In the Powerful Problem Solving book that’s coming out this month (!) we included the famous “Make a Peanut Butter and Jelly Sandwich” activity, in which students write instructions for making a sandwich and then their teacher or partner acts the instructions out very literally — e.g. “put the peanut butter on the bread” is interpreted as “place the (unopened) jar of peanut butter on top of the pile of bread.” Or “spread the peanut butter on the bread” doesn’t imply “with a knife” so you’re scooping out globs and globs of peanut butter and smearing it all over all sides of the bread with your fingers.

I got to visit a classroom where the activity was being implemented. The activity is in a chapter on good math communication and focuses on the important of revision. Watching the activity in action, I was struck by the subtle differences between focusing on precision and focusing on revision.

If you focus on precision, this can become a kind of “gotcha” activity. An activity in which the teacher sets up the kids by saying, “hey, this is really simple, everyone knows how to make a PB&J, so of course you can explain it…” knowing that they won’t be able to explain it to the alien the teacher is going to pretend to be, without warning them. The message the kids might take away is “writing in math class means painstakingly explaining your work to someone pretending to be an idiot” which is clearly not fun. There’s a reason the word “pain” is the first syllable in “painstaking!”

Because in fact, giving instructions that teach someone how to do something is NOT easy. The tricky part of giving instructions is figuring out what the other person does and doesn’t know, and tailoring (aka revising) your instruction to meet their needs.

When I watched the “Make a Peanut Butter and Jelly Sandwich” activity, the teacher had a GREAT launch — she showed a picture of an alien and explained that on Bob the Alien’s planet, they’d picked up radio transmissions of “Peanut Butter Jelly Time.” Bob wants to know what this amazing experience of  making a peanut butter and jelly sandwich might be, since the aliens so enjoyed hearing the song!

So right away the students were in a mindset of needing to figure out how Bob the Alien thought. After the teacher acted out some instructions as Bob, the kids started to say, “Wait, Bob has no common sense!” and “Bob is taking these directions SO literally!” and then “Wait, can I change my instructions?” or “I need to revise this part.”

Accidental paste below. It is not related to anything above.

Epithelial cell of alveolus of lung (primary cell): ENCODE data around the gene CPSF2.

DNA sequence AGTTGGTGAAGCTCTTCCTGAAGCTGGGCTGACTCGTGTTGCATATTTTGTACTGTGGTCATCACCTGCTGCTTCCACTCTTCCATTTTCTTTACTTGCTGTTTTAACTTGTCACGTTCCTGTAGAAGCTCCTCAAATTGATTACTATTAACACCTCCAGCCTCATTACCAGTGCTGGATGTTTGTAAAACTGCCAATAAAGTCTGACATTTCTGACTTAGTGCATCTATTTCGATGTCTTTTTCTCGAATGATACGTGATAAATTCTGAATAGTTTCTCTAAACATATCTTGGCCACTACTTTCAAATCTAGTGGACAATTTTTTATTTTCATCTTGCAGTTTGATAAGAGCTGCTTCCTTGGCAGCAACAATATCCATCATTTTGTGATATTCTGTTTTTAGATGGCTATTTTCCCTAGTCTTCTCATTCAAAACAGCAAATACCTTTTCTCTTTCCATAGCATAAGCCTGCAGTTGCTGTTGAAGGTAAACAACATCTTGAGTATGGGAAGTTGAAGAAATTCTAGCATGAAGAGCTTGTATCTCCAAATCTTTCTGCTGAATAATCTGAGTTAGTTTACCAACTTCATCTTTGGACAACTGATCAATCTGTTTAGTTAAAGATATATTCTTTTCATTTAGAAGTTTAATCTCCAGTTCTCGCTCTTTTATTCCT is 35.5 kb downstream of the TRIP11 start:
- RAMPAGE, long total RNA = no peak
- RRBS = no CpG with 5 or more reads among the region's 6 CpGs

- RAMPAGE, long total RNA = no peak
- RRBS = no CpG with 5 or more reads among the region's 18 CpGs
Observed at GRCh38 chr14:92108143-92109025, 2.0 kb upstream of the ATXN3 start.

The activity was structured to have lots of revision moments built in — once after seeing “Bob” in action on some sample directions and then again after having a peer pretend to be Bob. The students revised other people’s instructions, not their own, to help make the revision not personal, and more about thinking about what they’ve learned about Bob.

The teacher’s language can help reinforce that we’re revising based on new data, not just recognizing that we should have done better the first time. The teacher can ask, “What are some different ways you think Bob might interpret that? How would you change your instructions if Bob did this instead of that?” The teacher can also ask, “What did you think about Bob before he read the first directions? How did your thinking change after you saw how he interpreted them?”

Writing instructions on how to make a Peanut Butter and Jelly Sandwich for an alien can be a great experience that helps students understand what revision is, why we revise, why feedback from others is an important part of revision, and why explanations might need to take different perspectives into account. The key is to make sure that the expectation is that we will get new information about how the alien thinks and revise based on that. This is not a “haha, you thought you knew how to write instructions!” It’s a “wow, that alien sure does interpret things weirdly, I guess I’ll have to try again now that I know that!”

Finally, it’s nice to have the students be the ones to articulate what they learned from the experience. After the activity, it’s neat to wonder, “What does this have to do with math?” or “What math experiences does this remind you of?” One thing I thought I might do is make an audience-o-meter with “Bob” at one end and “Myself” at the other and try to think about different audiences we might write mathematical explanations for, and the levels of detail, amounts of revising, etc. that we might need to include depending on where we are on the audience-0-meter.

PS — with the rising prevalence of peanut allergies you might want to make cream cheese and jelly sandwiches, or use American cheese slices, or do instructions for brushing your teeth…

PPS — Another cool part of the activity is when the students get to be Bob. They’re playing with the mathematical skill of coming up with a counter-example, of finding other ways to interpret a mathematical definition or instruction… which is so important! It’s sort of like they’re practicing the skills in this amazing play-let based on key moments in modern Geometry.